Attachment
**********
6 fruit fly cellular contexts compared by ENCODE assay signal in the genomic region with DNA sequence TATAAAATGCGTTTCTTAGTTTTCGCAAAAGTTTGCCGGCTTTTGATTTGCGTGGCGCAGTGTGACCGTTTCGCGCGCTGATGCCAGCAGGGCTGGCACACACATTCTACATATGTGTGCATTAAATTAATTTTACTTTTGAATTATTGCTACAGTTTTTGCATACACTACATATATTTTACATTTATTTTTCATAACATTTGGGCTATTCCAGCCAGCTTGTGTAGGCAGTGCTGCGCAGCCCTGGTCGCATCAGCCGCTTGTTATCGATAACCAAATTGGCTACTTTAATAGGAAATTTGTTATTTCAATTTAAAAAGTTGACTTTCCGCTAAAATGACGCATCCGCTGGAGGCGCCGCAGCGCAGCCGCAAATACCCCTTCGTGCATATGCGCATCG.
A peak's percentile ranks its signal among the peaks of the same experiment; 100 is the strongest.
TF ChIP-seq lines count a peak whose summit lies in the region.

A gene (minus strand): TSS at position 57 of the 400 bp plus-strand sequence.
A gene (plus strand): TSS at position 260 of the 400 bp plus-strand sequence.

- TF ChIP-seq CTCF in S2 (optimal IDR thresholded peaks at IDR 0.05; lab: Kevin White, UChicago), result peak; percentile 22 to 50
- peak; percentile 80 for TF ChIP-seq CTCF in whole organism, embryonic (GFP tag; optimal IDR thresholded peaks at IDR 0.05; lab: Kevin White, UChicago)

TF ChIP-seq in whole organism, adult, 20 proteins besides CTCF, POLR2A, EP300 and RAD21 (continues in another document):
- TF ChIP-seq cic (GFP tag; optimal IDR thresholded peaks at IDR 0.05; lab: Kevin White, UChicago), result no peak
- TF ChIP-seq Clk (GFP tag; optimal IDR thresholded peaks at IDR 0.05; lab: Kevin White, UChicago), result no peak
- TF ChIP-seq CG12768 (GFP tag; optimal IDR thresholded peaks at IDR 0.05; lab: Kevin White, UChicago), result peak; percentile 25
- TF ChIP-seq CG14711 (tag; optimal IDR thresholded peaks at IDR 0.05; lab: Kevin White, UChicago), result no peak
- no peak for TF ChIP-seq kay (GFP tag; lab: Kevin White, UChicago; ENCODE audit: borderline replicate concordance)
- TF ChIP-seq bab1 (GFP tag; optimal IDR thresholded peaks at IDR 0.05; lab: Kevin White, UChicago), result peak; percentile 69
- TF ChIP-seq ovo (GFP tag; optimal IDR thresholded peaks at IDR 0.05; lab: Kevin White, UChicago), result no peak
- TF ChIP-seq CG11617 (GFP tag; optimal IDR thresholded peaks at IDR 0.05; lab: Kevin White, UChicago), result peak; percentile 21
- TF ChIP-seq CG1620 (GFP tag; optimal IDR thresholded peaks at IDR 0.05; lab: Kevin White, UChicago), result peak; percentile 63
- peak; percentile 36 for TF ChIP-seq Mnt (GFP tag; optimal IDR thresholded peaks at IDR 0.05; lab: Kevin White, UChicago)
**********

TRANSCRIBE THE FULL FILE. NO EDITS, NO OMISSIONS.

6 fruit fly cellular contexts compared by ENCODE assay signal in the genomic region with DNA sequence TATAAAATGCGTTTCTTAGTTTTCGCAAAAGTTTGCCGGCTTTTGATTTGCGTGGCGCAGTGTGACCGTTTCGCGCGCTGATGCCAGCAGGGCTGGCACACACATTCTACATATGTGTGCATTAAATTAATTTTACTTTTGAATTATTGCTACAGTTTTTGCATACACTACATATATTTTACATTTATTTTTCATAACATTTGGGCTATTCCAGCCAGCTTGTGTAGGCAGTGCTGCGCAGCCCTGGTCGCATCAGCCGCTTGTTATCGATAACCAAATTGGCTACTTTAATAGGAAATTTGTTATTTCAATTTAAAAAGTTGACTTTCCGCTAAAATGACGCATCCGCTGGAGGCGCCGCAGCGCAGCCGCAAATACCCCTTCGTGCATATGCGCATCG.
A peak's percentile ranks its signal among the peaks of the same experiment; 100 is the strongest.
TF ChIP-seq lines count a peak whose summit lies in the region.

A gene (minus strand): TSS at position 57 of the 400 bp plus-strand sequence.
A gene (plus strand): TSS at position 260 of the 400 bp plus-strand sequence.

- TF ChIP-seq CTCF in S2 (optimal IDR thresholded peaks at IDR 0.05; lab: Kevin White, UChicago), result peak; percentile 22 to 50
- peak; percentile 80 for TF ChIP-seq CTCF in whole organism, embryonic (GFP tag; optimal IDR thresholded peaks at IDR 0.05; lab: Kevin White, UChicago)

TF ChIP-seq in whole organism, adult, 20 proteins besides CTCF, POLR2A, EP300 and RAD21 (continues in another document):
- TF ChIP-seq cic (GFP tag; optimal IDR thresholded peaks at IDR 0.05; lab: Kevin White, UChicago), result no peak
- TF ChIP-seq Clk (GFP tag; optimal IDR thresholded peaks at IDR 0.05; lab: Kevin White, UChicago), result no peak
- TF ChIP-seq CG12768 (GFP tag; optimal IDR thresholded peaks at IDR 0.05; lab: Kevin White, UChicago), result peak; percentile 25
- TF ChIP-seq CG14711 (tag; optimal IDR thresholded peaks at IDR 0.05; lab: Kevin White, UChicago), result no peak
- no peak for TF ChIP-seq kay (GFP tag; lab: Kevin White, UChicago; ENCODE audit: borderline replicate concordance)
- TF ChIP-seq bab1 (GFP tag; optimal IDR thresholded peaks at IDR 0.05; lab: Kevin White, UChicago), result peak; percentile 69
- TF ChIP-seq ovo (GFP tag; optimal IDR thresholded peaks at IDR 0.05; lab: Kevin White, UChicago), result no peak
- TF ChIP-seq CG11617 (GFP tag; optimal IDR thresholded peaks at IDR 0.05; lab: Kevin White, UChicago), result peak; percentile 21
- TF ChIP-seq CG1620 (GFP tag; optimal IDR thresholded peaks at IDR 0.05; lab: Kevin White, UChicago), result peak; percentile 63
- peak; percentile 36 for TF ChIP-seq Mnt (GFP tag; optimal IDR thresholded peaks at IDR 0.05; lab: Kevin White, UChicago)